Only 10 U.S. LNG export cargoes are expected to be canceled in October. Cancellations may finally be easing as global demand shows signs of a recovery. A rally in global prices and widening export arbitrage have provided support for U.S. LNG exports.
Gas flows to U.S. LNG liquefaction terminals have averaged 4.4 Bcf/d in August, before the recent drop in anticipation of Hurricane Laura. This is up from an average of 3.2 Bcf/d in July.
The increased flows are a promising sign for the U.S. natural gas market. In recent months, cargo cancellations have continued to accumulate as global demand has been devastated by travel restrictions and stay-at-home orders due to COVID-19. U.S. LNG cargo cancellations remain an important proxy for gauging the current state of demand in the market as buyers must still pay some fees even if the cargoes are canceled. This suggests that buyers would be reluctant to cancel cargoes, only resorting to cancellations if the cost of absorbing the cargoes would be greater than the fees.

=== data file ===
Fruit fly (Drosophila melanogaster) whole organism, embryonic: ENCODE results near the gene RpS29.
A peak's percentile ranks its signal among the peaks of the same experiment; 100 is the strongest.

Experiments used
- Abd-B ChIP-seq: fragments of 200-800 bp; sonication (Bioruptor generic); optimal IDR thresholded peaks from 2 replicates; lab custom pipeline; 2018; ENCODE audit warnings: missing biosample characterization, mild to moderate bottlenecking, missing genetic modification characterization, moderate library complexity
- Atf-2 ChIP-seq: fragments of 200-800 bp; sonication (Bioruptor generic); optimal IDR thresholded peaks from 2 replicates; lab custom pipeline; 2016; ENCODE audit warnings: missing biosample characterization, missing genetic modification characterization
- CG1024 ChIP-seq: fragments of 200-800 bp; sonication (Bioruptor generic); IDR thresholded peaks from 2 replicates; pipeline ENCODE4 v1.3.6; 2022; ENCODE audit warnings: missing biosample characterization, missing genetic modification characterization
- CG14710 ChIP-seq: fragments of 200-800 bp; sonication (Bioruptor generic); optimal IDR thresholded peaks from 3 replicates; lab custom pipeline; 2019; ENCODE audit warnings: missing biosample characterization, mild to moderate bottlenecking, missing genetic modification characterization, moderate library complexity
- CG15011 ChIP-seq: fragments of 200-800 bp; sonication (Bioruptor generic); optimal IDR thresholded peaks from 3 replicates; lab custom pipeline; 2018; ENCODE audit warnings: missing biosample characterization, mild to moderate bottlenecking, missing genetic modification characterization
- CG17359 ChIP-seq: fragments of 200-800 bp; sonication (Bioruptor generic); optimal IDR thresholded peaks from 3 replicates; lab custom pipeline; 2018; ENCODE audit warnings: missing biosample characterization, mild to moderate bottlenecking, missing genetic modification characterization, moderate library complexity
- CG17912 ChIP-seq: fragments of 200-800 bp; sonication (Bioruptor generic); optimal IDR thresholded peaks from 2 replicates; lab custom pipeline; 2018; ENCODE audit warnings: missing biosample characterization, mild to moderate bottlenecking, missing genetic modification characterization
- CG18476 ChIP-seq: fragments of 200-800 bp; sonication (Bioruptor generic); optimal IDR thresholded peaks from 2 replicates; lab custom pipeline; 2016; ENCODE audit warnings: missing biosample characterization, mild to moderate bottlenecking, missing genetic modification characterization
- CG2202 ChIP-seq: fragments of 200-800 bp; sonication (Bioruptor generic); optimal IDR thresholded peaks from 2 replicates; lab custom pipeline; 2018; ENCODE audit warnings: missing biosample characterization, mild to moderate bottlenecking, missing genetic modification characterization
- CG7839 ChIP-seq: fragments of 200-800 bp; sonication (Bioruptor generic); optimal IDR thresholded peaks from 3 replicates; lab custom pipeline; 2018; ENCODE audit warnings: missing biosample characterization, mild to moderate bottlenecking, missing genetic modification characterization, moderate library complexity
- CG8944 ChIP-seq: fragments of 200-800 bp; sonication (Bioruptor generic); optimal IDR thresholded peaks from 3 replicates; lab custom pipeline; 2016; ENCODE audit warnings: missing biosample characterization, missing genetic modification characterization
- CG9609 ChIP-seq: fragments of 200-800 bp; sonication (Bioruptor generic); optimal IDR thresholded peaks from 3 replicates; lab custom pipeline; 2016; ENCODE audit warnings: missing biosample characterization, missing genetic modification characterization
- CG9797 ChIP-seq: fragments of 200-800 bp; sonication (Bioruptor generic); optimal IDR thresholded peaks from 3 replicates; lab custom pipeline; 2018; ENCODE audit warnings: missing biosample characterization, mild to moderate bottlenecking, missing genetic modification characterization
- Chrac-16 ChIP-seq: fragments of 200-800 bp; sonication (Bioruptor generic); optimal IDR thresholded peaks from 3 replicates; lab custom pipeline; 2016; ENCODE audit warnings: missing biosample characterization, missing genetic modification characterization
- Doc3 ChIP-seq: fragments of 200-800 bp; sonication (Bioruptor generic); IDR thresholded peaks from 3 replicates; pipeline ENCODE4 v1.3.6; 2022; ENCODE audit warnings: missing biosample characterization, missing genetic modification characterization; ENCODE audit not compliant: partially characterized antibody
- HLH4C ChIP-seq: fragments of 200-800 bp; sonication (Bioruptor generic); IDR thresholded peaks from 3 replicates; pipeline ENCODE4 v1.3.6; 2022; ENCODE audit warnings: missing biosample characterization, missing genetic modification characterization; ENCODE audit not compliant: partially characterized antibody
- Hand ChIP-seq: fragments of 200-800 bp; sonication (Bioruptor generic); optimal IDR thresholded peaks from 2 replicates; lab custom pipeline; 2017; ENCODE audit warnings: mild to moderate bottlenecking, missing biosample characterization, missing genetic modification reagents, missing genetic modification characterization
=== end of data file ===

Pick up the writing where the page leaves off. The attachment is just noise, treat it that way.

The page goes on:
According to a Bloomberg survey, up to 10 cargoes may be canceled in October. This is an improvement from previous months, as the chart above shows. Since the pandemic’s onset, an estimated 165 cargoes have been canceled.
The global rally in natural gas prices has contributed to the reduction in cargo cancellations seen in recent weeks. Since August 1, 2020, the Japan-Korea Marker (JKM) prompt-month prices have risen by $1.465/MMBtu (57% increase) settling at $4.025 on August 25, 2020. In northwest Europe, TTF prompt-month prices have risen by 98c (47%) during the same time and are currently sitting at $3.075. Prices at Henry Hub have risen as well, though to a lesser extent, rallying 69c in August to settle at $2.49 on August 26.
The rally has extended beyond the prompt-month contract. The spreads between the benchmarks have also widened for November delivery. The chart above shows these international spreads expanded as global prices rallied in recent weeks.
AEGIS has long expected cancellations to wane in late September to October because we identified profitable arbitrage starting with the November contract. The Bloomberg survey corroborates our point of view. We expect that in 4Q2020 flows could return to the 7 – 9.5 Bcf/d range, still below the nameplate capacity of around 10.5 Bcf/d, but a material improvement.